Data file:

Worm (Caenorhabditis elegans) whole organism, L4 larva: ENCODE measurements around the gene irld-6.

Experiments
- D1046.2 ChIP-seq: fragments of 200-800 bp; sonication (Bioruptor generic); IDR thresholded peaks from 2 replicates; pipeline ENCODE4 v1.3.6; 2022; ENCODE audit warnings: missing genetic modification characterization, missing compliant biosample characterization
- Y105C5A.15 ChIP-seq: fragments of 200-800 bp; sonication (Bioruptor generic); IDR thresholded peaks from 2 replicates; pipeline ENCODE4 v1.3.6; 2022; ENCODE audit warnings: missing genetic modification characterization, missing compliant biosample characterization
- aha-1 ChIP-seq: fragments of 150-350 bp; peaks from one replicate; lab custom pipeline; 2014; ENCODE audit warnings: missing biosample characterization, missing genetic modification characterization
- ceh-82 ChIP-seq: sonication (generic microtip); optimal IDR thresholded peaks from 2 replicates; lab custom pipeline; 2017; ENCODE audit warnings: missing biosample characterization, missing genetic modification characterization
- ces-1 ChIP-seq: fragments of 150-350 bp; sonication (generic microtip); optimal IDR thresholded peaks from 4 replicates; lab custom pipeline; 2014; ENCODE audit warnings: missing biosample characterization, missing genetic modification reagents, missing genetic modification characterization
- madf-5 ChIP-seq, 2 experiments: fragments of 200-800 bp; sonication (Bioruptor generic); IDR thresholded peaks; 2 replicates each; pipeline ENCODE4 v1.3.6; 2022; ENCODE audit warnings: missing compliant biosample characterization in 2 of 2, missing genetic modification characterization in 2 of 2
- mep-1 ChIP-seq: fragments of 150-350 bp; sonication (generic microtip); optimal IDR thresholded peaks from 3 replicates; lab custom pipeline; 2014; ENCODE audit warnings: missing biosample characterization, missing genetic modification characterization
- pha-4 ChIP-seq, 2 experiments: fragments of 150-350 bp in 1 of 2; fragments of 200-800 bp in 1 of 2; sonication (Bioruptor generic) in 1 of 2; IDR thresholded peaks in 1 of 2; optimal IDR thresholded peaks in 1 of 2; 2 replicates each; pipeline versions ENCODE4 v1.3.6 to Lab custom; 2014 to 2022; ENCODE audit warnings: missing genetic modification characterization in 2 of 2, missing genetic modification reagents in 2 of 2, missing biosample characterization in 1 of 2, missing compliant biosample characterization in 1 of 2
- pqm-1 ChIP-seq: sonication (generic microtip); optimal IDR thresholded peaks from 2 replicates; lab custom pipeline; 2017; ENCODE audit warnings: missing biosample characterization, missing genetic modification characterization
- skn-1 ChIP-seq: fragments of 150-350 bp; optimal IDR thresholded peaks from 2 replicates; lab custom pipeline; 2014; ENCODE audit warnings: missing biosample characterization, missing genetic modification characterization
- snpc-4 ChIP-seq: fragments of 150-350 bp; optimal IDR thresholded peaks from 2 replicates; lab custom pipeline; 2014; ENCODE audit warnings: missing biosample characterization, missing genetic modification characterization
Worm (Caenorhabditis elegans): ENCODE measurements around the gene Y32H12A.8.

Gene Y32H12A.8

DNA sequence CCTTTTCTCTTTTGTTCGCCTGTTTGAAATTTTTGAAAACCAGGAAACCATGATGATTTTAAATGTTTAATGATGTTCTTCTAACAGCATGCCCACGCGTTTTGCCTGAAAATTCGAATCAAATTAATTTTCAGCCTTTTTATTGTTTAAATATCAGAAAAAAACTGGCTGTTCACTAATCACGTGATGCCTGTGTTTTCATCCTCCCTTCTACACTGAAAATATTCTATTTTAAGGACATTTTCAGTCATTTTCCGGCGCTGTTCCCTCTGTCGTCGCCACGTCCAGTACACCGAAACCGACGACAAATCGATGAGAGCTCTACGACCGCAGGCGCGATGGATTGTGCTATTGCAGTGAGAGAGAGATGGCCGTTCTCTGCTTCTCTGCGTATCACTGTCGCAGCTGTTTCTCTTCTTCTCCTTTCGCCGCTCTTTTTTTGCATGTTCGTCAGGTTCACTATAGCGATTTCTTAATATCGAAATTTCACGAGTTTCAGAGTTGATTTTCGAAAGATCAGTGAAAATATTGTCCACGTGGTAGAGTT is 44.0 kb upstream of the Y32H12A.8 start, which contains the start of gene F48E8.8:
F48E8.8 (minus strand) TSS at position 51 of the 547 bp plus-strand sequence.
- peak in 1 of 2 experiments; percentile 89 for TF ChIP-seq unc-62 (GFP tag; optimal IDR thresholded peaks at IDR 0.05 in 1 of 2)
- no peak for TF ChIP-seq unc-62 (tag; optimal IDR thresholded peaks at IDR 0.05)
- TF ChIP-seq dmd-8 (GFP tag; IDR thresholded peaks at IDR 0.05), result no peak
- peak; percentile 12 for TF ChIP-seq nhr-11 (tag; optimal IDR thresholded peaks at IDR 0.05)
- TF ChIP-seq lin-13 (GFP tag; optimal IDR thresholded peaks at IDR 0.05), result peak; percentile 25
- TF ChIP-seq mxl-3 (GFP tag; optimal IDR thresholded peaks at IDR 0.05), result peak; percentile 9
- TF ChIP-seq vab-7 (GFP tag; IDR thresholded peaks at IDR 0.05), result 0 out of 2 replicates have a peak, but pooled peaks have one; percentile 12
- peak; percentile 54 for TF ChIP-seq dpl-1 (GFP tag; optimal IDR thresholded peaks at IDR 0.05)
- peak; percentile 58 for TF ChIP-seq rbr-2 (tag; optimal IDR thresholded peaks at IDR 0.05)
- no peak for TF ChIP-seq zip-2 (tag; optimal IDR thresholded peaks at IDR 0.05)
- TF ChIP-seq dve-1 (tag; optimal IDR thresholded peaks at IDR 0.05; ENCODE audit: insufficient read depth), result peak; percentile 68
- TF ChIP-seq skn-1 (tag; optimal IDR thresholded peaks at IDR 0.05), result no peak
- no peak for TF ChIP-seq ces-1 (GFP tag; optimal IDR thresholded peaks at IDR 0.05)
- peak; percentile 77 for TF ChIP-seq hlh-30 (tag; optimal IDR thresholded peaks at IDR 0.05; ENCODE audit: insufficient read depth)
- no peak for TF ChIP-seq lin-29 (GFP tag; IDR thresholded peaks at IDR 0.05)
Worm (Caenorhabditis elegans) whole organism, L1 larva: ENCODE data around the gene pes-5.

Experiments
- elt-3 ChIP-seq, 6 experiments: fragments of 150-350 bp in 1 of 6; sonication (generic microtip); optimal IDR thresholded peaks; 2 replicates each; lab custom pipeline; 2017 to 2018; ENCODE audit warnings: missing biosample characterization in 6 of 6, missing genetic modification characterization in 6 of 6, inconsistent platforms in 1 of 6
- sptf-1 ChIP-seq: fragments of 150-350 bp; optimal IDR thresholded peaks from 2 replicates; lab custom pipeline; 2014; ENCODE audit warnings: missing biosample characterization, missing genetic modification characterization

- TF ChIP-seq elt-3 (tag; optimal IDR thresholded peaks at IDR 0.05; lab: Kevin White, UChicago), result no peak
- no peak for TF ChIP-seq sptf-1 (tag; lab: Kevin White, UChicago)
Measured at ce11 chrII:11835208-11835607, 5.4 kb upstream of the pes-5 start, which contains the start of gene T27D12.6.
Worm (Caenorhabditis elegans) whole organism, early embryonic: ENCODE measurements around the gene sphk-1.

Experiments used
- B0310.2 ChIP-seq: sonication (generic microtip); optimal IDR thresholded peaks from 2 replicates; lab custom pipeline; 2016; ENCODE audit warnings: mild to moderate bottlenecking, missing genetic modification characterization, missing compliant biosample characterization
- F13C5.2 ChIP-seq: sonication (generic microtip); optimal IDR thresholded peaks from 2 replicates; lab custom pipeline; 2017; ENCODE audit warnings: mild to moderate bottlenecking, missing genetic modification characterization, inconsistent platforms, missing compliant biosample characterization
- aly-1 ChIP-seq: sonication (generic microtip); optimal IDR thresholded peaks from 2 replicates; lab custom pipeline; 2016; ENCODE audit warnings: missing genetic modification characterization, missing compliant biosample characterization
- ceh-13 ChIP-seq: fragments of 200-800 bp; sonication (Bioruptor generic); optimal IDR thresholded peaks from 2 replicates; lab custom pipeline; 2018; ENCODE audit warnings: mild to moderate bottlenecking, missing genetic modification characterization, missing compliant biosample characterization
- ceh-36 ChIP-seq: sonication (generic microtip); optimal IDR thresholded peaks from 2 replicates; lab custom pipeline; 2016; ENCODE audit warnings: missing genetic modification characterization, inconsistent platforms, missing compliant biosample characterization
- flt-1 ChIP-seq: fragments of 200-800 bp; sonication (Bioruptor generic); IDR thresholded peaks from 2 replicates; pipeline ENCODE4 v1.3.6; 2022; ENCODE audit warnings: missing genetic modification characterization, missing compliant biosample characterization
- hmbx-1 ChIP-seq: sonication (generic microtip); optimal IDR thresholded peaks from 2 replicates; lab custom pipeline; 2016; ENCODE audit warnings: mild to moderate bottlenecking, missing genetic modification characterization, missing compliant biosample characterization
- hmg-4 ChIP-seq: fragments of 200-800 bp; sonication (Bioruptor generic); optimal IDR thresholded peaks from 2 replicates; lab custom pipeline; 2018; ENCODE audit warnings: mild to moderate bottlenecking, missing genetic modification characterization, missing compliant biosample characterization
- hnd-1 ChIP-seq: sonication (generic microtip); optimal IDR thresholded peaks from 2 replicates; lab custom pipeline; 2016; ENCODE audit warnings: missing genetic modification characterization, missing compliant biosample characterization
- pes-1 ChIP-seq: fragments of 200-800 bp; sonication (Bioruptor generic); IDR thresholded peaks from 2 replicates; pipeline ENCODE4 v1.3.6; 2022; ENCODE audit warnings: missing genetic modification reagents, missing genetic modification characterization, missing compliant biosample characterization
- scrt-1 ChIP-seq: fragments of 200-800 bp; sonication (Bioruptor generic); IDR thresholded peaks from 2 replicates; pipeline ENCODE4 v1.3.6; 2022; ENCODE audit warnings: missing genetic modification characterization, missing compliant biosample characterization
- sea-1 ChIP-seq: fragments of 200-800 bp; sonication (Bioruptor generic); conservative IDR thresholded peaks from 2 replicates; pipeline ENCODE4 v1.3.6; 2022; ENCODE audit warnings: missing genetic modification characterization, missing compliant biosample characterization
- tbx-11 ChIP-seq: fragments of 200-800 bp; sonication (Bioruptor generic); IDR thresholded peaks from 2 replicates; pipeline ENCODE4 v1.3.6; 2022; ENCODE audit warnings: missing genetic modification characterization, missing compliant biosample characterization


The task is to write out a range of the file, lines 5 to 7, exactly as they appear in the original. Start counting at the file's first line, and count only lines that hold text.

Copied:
- aha-1 ChIP-seq: fragments of 150-350 bp; peaks from one replicate; lab custom pipeline; 2014; ENCODE audit warnings: missing biosample characterization, missing genetic modification characterization
- ceh-82 ChIP-seq: sonication (generic microtip); optimal IDR thresholded peaks from 2 replicates; lab custom pipeline; 2017; ENCODE audit warnings: missing biosample characterization, missing genetic modification characterization
- ces-1 ChIP-seq: fragments of 150-350 bp; sonication (generic microtip); optimal IDR thresholded peaks from 4 replicates; lab custom pipeline; 2014; ENCODE audit warnings: missing biosample characterization, missing genetic modification reagents, missing genetic modification characterization